Kombucha, tea fermented by a symbiosis between bacteria and yeast, was touted in antiquity as an elixir of life – a panacea for countless ills. Today, we know that the microbes contained within the solution are the same species that spoil wine, beer, and contaminate preserved foods. During the fermentation process, they produce a fleshy, skin-like mass called a biofilm that protects and encapsulates the community. Just as Victor Frankenstein’s patchwork creation emerged from discarded and decaying material, so too does kombucha produce a new form of cooperative life from microbes thought to be undesirable and even dangerous. And, just like the monster from Mary Shelley’s tale, the grotesque and repulsive sight of kombucha obscures a complex, sophisticated creature within.
Can the symbiotic community of yeast and bacteria in Kombucha can help to fight off pathogens that single species of microbes cannot? At ASU’s Cooperation and Conflict Lab, Kombucha is being studied as a model system for exploring microbial resource sharing and cooperation. Led by Dr. Athen Akipnis, the Cooperation and Conflict Lab examines diverse systems including human societies, cancer in multicellular bodies, the human microbiome, and cooperative multi-species communities such as kombucha to understand the fundamental principles that are shared across systems and to discover new strategies for addressing challenges. Their goal is to better understand how this fundamental tension has shaped the evolution of life and how the management of cooperation and conflict within us (and between us) can support human health and well-being.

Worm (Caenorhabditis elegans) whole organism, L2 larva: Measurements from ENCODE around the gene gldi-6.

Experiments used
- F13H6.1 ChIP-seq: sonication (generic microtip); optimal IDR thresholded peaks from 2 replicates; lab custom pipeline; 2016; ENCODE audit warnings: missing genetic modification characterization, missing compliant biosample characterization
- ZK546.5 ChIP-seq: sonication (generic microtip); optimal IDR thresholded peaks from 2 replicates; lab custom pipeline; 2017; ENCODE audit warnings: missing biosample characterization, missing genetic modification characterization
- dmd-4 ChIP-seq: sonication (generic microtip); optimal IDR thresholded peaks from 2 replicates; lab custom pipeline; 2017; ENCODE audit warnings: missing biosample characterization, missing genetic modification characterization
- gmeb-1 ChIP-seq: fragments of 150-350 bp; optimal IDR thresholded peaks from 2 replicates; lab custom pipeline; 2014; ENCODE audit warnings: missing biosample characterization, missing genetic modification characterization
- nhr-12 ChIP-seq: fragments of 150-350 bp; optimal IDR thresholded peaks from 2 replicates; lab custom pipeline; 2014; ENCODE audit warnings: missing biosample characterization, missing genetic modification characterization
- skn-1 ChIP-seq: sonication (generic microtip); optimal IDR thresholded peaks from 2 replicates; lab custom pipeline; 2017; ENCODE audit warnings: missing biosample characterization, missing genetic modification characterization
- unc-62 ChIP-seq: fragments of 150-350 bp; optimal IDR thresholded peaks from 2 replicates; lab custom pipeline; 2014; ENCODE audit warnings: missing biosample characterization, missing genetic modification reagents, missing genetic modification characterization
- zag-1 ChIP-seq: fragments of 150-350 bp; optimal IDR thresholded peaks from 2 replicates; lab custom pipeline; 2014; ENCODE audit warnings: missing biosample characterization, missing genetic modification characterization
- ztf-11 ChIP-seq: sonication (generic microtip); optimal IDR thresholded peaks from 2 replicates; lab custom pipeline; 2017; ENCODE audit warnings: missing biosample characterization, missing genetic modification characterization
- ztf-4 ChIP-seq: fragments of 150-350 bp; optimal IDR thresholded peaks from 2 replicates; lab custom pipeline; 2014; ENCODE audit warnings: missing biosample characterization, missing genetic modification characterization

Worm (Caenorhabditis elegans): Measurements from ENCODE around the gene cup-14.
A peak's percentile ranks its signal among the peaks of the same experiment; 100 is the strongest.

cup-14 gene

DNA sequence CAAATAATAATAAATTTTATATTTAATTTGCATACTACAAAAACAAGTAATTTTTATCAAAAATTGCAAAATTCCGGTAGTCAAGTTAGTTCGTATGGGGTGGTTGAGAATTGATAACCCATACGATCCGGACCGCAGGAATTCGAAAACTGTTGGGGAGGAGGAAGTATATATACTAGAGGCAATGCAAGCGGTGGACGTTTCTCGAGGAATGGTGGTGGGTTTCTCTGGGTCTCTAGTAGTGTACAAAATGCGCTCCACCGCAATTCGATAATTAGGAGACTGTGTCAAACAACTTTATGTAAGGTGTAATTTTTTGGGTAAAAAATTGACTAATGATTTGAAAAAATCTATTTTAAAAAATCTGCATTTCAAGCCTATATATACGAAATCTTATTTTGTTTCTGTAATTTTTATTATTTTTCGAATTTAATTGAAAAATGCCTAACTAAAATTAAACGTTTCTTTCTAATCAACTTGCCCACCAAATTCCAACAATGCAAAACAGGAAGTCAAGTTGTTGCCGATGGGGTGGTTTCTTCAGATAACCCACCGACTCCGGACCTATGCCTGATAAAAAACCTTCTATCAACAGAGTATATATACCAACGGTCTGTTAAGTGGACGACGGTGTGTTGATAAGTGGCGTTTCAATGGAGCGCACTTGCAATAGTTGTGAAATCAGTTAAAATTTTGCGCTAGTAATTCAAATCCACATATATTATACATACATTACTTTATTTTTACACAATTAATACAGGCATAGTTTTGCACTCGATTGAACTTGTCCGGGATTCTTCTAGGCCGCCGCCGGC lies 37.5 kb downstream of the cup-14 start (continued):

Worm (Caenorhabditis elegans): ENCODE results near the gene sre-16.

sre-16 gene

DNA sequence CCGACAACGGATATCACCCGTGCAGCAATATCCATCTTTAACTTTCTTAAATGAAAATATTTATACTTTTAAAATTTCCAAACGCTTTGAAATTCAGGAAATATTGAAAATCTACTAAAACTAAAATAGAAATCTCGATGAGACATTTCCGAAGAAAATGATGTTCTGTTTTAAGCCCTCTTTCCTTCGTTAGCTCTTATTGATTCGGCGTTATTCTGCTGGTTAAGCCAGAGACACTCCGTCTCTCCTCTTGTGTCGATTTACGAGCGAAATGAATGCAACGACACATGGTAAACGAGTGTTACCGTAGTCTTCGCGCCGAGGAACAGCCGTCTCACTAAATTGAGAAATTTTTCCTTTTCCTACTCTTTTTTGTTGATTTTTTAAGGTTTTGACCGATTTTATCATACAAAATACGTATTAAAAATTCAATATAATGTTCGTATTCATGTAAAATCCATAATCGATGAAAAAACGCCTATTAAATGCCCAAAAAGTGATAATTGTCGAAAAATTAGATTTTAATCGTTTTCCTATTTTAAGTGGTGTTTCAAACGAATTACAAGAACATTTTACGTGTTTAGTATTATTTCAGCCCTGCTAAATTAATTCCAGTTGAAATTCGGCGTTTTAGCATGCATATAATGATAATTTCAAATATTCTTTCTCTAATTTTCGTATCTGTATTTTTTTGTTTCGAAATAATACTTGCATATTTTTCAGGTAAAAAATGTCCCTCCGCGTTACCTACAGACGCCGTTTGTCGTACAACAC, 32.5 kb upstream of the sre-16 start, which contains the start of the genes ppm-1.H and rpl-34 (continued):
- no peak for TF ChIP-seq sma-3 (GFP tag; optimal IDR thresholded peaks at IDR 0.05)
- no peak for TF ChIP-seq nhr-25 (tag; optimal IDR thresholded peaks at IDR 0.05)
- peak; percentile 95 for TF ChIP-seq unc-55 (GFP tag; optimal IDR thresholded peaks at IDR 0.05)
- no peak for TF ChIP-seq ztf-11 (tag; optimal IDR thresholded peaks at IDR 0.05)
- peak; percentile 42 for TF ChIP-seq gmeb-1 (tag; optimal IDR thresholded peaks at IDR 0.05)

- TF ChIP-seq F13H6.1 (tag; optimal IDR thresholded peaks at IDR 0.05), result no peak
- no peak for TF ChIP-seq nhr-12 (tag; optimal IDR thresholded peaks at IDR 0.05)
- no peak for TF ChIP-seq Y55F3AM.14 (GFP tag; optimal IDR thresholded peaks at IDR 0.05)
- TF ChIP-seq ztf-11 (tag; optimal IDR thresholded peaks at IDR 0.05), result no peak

Visitors to the exhibition will be able to view and discuss growing vats of kombucha and to observe the system at various stages of development. They will be also invited to participate in a citizen’s science project by swabbing their palms and placing them in both plain sweet tea and kombucha and then join us online to track the pathogen progression in both samples over time.